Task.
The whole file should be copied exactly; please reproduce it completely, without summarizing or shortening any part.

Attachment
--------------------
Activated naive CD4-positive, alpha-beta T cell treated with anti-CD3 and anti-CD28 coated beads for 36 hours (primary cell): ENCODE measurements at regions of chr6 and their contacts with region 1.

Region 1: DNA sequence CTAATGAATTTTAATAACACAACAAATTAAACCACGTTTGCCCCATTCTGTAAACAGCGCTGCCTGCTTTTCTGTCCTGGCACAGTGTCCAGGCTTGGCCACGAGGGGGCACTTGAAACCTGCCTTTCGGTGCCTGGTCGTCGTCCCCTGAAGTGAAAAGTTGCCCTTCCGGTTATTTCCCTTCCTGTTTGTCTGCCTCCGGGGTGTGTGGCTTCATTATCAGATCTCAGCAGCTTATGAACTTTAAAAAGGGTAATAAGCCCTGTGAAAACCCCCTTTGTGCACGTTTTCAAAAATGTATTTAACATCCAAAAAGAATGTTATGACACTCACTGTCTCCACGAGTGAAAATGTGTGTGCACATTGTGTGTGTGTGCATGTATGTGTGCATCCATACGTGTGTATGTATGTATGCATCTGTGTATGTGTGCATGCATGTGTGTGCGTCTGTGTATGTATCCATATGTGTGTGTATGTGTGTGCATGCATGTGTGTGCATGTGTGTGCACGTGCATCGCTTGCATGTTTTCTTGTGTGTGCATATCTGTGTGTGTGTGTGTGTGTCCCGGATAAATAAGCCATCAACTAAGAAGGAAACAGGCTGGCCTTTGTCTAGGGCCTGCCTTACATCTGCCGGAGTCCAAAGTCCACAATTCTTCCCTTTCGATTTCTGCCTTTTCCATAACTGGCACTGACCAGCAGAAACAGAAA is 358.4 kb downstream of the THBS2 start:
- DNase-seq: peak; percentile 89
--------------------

Activated naive CD4-positive, alpha-beta T cell treated with anti-CD3 and anti-CD28 coated beads for 36 hours (primary cell): ENCODE measurements at regions of chr6 and their contacts with region 1.

Region 1: DNA sequence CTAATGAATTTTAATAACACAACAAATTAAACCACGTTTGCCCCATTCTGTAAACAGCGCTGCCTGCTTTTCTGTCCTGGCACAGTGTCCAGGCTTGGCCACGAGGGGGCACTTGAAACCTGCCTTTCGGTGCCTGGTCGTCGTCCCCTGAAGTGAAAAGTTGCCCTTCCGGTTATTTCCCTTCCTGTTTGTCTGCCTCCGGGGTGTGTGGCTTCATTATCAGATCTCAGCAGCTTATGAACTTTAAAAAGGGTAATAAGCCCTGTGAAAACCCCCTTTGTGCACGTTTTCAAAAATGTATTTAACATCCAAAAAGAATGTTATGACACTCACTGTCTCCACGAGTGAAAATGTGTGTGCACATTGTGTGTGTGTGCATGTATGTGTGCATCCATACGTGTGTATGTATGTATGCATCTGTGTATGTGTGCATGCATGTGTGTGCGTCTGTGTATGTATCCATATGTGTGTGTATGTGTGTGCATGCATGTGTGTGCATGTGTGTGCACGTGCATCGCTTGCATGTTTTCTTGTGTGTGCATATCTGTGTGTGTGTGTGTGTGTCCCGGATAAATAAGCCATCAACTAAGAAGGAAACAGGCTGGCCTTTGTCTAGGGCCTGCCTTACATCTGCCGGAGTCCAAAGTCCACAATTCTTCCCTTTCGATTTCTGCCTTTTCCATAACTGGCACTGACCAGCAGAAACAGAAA is 358.4 kb downstream of the THBS2 start:
- DNase-seq: peak; percentile 89